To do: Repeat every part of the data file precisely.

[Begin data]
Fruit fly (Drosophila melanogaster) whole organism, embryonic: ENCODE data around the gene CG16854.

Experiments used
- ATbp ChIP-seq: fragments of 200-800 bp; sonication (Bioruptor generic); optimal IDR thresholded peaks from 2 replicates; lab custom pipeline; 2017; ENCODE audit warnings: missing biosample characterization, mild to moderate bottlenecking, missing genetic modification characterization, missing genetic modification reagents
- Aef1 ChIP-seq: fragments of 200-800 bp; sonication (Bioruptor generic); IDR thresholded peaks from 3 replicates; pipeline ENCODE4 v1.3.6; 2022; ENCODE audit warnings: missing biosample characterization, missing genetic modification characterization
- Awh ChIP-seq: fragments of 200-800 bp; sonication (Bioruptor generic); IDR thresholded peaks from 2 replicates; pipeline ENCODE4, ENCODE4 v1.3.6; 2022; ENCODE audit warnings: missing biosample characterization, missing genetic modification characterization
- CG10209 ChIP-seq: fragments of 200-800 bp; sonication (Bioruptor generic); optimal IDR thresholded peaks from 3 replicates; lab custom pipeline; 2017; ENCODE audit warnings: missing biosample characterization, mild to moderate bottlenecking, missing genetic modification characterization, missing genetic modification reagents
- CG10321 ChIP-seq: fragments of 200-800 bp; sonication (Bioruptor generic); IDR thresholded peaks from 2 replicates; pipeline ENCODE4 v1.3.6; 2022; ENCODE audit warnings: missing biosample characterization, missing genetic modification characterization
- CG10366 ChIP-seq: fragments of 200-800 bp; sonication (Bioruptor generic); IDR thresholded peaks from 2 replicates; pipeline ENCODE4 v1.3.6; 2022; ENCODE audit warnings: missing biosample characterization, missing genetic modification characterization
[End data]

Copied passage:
Fruit fly (Drosophila melanogaster) whole organism, embryonic: ENCODE data around the gene CG16854.

Experiments used
- ATbp ChIP-seq: fragments of 200-800 bp; sonication (Bioruptor generic); optimal IDR thresholded peaks from 2 replicates; lab custom pipeline; 2017; ENCODE audit warnings: missing biosample characterization, mild to moderate bottlenecking, missing genetic modification characterization, missing genetic modification reagents
- Aef1 ChIP-seq: fragments of 200-800 bp; sonication (Bioruptor generic); IDR thresholded peaks from 3 replicates; pipeline ENCODE4 v1.3.6; 2022; ENCODE audit warnings: missing biosample characterization, missing genetic modification characterization
- Awh ChIP-seq: fragments of 200-800 bp; sonication (Bioruptor generic); IDR thresholded peaks from 2 replicates; pipeline ENCODE4, ENCODE4 v1.3.6; 2022; ENCODE audit warnings: missing biosample characterization, missing genetic modification characterization
- CG10209 ChIP-seq: fragments of 200-800 bp; sonication (Bioruptor generic); optimal IDR thresholded peaks from 3 replicates; lab custom pipeline; 2017; ENCODE audit warnings: missing biosample characterization, mild to moderate bottlenecking, missing genetic modification characterization, missing genetic modification reagents
- CG10321 ChIP-seq: fragments of 200-800 bp; sonication (Bioruptor generic); IDR thresholded peaks from 2 replicates; pipeline ENCODE4 v1.3.6; 2022; ENCODE audit warnings: missing biosample characterization, missing genetic modification characterization
- CG10366 ChIP-seq: fragments of 200-800 bp; sonication (Bioruptor generic); IDR thresholded peaks from 2 replicates; pipeline ENCODE4 v1.3.6; 2022; ENCODE audit warnings: missing biosample characterization, missing genetic modification characterization